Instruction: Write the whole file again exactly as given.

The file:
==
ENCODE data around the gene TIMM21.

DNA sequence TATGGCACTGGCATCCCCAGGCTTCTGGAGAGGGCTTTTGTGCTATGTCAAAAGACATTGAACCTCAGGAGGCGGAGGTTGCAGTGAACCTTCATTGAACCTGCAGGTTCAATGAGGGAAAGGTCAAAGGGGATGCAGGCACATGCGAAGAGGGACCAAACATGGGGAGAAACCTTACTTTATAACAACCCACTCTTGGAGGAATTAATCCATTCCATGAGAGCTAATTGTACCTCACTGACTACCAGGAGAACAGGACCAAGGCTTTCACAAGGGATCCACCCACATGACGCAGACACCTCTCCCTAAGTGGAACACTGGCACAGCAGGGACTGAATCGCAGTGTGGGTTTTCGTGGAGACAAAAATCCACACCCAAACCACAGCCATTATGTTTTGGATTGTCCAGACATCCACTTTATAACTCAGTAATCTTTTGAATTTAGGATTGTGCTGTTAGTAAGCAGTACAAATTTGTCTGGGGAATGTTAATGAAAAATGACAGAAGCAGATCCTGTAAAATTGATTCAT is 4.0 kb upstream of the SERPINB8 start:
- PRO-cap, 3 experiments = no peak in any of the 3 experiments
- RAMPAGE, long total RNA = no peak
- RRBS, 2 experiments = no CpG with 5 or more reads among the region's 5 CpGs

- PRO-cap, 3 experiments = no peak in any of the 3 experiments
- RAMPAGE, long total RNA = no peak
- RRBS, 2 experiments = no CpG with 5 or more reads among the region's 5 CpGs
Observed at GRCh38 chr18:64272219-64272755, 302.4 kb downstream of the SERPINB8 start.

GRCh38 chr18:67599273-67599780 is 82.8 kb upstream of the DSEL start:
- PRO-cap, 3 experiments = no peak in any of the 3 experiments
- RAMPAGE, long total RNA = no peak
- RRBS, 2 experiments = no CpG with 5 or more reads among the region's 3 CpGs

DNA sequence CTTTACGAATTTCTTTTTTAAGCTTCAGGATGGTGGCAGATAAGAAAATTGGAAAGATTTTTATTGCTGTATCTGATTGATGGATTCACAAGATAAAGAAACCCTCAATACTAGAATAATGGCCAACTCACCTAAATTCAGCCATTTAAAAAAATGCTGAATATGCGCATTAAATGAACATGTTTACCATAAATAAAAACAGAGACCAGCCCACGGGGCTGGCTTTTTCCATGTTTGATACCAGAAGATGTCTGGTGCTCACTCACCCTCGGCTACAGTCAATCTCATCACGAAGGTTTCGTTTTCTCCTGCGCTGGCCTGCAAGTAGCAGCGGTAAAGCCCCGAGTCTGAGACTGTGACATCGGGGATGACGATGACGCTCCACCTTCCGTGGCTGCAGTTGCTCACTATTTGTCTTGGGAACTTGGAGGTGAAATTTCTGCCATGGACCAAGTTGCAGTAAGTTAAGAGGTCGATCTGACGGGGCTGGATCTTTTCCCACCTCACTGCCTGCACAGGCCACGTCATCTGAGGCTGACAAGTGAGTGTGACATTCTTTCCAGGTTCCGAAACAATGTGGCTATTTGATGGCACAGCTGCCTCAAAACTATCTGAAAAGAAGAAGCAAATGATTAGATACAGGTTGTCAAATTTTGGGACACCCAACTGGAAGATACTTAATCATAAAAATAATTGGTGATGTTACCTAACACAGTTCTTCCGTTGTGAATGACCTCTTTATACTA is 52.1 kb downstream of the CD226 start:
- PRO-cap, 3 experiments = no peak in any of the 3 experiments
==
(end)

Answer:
ENCODE data around the gene TIMM21.

DNA sequence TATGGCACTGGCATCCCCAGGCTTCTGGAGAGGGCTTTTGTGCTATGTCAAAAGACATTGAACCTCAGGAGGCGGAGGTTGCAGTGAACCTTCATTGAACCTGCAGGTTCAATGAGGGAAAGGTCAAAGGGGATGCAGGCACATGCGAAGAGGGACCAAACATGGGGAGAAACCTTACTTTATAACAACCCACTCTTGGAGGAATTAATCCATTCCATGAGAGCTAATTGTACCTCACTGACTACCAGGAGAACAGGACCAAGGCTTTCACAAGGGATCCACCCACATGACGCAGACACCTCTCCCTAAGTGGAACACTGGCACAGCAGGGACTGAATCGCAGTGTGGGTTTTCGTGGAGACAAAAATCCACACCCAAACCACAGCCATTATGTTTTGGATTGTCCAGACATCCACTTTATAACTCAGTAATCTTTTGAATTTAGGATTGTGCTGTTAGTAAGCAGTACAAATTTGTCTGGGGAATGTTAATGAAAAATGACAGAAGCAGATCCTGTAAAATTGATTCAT is 4.0 kb upstream of the SERPINB8 start:
- PRO-cap, 3 experiments = no peak in any of the 3 experiments
- RAMPAGE, long total RNA = no peak
- RRBS, 2 experiments = no CpG with 5 or more reads among the region's 5 CpGs

- PRO-cap, 3 experiments = no peak in any of the 3 experiments
- RAMPAGE, long total RNA = no peak
- RRBS, 2 experiments = no CpG with 5 or more reads among the region's 5 CpGs
Observed at GRCh38 chr18:64272219-64272755, 302.4 kb downstream of the SERPINB8 start.

GRCh38 chr18:67599273-67599780 is 82.8 kb upstream of the DSEL start:
- PRO-cap, 3 experiments = no peak in any of the 3 experiments
- RAMPAGE, long total RNA = no peak
- RRBS, 2 experiments = no CpG with 5 or more reads among the region's 3 CpGs

DNA sequence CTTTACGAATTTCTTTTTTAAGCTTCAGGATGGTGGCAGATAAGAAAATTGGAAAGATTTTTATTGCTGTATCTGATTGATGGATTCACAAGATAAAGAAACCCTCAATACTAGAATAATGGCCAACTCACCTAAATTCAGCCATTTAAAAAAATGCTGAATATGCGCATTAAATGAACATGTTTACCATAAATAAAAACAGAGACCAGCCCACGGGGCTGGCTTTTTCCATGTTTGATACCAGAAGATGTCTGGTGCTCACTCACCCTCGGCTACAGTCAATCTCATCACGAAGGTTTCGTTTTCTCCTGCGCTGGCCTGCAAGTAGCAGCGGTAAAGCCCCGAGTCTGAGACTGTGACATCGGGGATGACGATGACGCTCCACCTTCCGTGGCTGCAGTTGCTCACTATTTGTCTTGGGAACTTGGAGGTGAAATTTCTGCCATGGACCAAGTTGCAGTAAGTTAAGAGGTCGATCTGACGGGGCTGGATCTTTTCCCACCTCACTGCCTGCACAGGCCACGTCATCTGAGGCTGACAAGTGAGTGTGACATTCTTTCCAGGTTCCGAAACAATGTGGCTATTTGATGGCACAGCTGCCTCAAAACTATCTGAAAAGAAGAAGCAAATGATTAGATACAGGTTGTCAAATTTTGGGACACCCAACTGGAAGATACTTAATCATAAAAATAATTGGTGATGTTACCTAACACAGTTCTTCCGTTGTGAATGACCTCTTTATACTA is 52.1 kb downstream of the CD226 start:
- PRO-cap, 3 experiments = no peak in any of the 3 experiments